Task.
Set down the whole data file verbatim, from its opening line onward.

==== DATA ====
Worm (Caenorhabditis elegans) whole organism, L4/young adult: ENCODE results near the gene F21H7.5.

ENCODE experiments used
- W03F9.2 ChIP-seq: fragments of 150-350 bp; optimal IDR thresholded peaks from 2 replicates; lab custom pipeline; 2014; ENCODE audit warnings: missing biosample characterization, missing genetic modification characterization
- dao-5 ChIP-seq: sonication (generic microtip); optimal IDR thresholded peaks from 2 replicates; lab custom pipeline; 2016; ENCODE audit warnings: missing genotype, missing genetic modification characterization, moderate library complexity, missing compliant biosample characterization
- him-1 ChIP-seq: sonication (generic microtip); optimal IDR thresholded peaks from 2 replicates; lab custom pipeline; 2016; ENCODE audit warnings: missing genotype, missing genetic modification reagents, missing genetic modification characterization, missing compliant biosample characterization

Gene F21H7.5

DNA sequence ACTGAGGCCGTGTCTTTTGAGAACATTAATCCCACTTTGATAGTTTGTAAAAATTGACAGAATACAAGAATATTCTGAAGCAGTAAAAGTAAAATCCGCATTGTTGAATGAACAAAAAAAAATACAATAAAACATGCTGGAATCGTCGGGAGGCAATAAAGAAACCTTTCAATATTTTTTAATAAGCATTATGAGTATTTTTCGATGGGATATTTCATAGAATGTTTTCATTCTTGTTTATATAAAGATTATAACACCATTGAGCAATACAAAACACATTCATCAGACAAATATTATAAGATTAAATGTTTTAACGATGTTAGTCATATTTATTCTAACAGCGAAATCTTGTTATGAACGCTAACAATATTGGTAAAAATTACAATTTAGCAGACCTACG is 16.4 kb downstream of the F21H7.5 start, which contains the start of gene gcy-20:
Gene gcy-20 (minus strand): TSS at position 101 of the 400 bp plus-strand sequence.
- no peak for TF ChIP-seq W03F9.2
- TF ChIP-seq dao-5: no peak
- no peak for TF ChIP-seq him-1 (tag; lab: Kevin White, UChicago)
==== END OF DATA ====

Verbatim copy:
Worm (Caenorhabditis elegans) whole organism, L4/young adult: ENCODE results near the gene F21H7.5.

ENCODE experiments used
- W03F9.2 ChIP-seq: fragments of 150-350 bp; optimal IDR thresholded peaks from 2 replicates; lab custom pipeline; 2014; ENCODE audit warnings: missing biosample characterization, missing genetic modification characterization
- dao-5 ChIP-seq: sonication (generic microtip); optimal IDR thresholded peaks from 2 replicates; lab custom pipeline; 2016; ENCODE audit warnings: missing genotype, missing genetic modification characterization, moderate library complexity, missing compliant biosample characterization
- him-1 ChIP-seq: sonication (generic microtip); optimal IDR thresholded peaks from 2 replicates; lab custom pipeline; 2016; ENCODE audit warnings: missing genotype, missing genetic modification reagents, missing genetic modification characterization, missing compliant biosample characterization

Gene F21H7.5

DNA sequence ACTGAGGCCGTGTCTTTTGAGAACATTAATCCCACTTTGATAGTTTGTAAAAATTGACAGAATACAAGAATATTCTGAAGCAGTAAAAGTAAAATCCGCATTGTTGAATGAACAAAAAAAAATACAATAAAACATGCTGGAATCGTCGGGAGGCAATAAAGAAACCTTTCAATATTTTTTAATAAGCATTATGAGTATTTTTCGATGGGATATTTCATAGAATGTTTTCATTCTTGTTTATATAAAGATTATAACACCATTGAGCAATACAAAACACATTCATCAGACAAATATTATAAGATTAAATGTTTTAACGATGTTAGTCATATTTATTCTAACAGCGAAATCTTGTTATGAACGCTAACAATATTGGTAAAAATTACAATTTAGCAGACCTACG is 16.4 kb downstream of the F21H7.5 start, which contains the start of gene gcy-20:
Gene gcy-20 (minus strand): TSS at position 101 of the 400 bp plus-strand sequence.
- no peak for TF ChIP-seq W03F9.2
- TF ChIP-seq dao-5: no peak
- no peak for TF ChIP-seq him-1 (tag; lab: Kevin White, UChicago)